By Dr. Carole Christopher, SPEC President & Elder
Image: Kinder Morgan Trans-Mountain Expansion construction. From Burnaby Now.
SPEC opposes the local pipeline expansion on the basis of environmental risk. But we also believe that the deeply polarized public discourse around this and similar projects is a major factor stalling efforts to mitigate the impacts of climate change. We view sustainability as not just a set of positive ecological actions but also positive social actions, including reaching across the chasm of differences to promote respectful dialogue and de-escalate toxic discourse. We believe it is possible to forge understandings of different viewpoints and win respect on all sides, irrespective of the outcome and that this is a crucially important historical moment in which to develop our capacity to handle difficult conversations with a spirit of human solidarity.
Last month I heard an interview on CBC Sunday Edition with three Indigenous entrepreneurs who spoke about the increasing prosperity of First Nations through greater control of resource development on reserves. Listening, I nodded in agreement. After a long and brutal history of eviction, exploitation and genocide, I support the right of indigenous nations to control and prosper from resources in their jurisdictions. Then the issue of pipelines came into the discussion. The three guests were among the 40+ First Nations that have signed agreements with Kinder Morgan along the inland route of the pipeline expansion.
It was asserted in the interview that the opposition to the pipeline in BC was led by “self-interested activists.” I was disappointed in this characterization on two counts First, the opposition has been led by coastal First Nations who have brought law suits against the project and have maintained an ongoing vigil at the site of Kinder Morgan operations on Burnaby Mountain. For some reason, their leadership is often ignored by levels of government, the local media and certainly by advocates of the pipeline. It is a clear disservice to leave this information out of the discussion and to ignore that indigenous people in BC are also asserting their right to control development in their territory. What seems a reasonable assumption is that both inland and coastal First Nations have weighed the risks and benefits of the project and arrived at different perspectives and we come to more measured and less bitter outcomes when we credit all perspectives as expressing values that are important to the different players.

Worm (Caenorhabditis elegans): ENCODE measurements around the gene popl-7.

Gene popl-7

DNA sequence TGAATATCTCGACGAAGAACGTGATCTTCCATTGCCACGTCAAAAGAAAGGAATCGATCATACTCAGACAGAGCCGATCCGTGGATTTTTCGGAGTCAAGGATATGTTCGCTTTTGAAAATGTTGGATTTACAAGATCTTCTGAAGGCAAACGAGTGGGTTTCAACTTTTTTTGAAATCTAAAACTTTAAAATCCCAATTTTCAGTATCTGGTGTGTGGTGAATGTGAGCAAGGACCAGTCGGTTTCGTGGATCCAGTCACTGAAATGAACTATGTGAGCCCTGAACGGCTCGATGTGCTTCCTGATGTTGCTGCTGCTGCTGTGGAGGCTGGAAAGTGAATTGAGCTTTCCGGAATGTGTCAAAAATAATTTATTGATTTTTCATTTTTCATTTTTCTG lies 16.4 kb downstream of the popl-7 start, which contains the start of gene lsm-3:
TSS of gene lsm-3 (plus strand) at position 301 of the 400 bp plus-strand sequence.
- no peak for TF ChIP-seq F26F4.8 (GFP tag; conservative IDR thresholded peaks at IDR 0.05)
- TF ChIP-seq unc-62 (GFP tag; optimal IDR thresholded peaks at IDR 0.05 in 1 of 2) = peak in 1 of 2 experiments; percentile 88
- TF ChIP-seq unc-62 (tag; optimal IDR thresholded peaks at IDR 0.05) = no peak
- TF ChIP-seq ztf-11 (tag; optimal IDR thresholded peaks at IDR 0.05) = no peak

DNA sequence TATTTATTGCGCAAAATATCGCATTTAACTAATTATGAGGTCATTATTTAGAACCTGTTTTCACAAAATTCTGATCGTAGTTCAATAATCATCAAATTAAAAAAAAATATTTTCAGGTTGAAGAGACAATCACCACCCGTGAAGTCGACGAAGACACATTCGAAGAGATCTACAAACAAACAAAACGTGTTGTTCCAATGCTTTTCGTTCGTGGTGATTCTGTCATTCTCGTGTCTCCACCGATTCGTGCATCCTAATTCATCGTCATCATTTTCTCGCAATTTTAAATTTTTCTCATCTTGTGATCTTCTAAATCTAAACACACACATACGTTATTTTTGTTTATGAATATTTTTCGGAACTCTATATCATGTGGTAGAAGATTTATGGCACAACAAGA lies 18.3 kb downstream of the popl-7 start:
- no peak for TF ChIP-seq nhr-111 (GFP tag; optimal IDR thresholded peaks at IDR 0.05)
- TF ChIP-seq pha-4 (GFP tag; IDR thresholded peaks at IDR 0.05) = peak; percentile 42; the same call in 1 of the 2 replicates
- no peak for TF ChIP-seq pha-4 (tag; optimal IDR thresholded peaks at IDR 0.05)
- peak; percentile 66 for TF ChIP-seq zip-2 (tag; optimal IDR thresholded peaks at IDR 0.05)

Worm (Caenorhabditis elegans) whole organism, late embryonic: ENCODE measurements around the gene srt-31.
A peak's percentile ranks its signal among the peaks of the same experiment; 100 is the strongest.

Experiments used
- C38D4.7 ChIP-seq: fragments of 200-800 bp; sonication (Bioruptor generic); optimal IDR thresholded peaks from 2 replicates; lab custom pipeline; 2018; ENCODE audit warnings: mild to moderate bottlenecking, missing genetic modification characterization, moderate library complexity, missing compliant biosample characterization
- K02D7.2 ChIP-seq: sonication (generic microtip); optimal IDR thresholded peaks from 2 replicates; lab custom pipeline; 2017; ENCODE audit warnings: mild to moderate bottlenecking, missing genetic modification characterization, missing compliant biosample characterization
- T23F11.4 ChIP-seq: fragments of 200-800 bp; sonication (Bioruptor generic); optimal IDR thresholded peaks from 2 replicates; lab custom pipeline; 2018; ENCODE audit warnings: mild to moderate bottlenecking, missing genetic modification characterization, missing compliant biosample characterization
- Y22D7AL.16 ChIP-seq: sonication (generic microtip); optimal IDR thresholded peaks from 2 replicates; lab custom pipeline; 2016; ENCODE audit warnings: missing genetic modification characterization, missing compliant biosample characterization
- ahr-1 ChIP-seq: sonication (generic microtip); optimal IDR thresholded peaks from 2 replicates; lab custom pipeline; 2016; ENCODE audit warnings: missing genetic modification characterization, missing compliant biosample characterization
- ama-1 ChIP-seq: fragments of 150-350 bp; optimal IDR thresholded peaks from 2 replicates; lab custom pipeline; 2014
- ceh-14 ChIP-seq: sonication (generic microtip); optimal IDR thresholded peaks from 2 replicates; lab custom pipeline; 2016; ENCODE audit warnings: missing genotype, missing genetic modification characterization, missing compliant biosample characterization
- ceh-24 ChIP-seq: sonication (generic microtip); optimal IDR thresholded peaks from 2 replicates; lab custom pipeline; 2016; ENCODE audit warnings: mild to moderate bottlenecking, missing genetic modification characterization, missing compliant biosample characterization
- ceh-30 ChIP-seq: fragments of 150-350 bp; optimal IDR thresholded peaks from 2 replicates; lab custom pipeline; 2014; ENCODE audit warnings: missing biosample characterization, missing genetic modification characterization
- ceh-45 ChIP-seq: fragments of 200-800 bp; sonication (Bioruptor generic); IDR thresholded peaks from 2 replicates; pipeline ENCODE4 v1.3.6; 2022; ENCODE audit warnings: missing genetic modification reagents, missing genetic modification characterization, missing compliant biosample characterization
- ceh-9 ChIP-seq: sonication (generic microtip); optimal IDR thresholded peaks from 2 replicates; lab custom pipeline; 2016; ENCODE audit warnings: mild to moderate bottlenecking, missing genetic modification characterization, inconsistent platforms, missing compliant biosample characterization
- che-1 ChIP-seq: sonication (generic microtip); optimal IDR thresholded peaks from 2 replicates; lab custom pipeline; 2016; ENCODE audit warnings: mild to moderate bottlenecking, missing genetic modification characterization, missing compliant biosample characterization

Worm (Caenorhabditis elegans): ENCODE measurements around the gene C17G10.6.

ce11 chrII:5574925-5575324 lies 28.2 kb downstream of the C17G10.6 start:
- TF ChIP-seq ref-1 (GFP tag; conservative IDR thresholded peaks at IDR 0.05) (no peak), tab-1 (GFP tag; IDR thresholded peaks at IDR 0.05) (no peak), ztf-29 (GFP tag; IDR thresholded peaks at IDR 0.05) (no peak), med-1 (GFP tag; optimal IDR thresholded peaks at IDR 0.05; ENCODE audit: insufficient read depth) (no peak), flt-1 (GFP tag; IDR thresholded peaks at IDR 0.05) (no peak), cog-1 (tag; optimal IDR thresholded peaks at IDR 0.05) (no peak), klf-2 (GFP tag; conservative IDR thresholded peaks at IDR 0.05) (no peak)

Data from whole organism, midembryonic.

A second disappointment was the choice to characterize non-indigenous opponents as “self-interested activists.” This frame was developed by PR firms working for the tobacco industry to cast doubt on the motives of opponents. It is now being heavily deployed in the service of the fossil fuels industry. Implying that activists are “self-interested” while those pursuing economic gain are not is a line of reasoning that should collapse under the scrutiny of a single careful thought. Yet, the persistent labeling of activists has undermined public trust in a category of people who are very often speaking on behalf of a public good and sacrificing their own time, energy and money and sometimes facing stiff legal implications to do so. That is not to say that business is not a public good or that activists don’t also label opponents but there is a huge discrepancy in their relative capacities to launch expensive PR campaigns to undermine public trust in the other.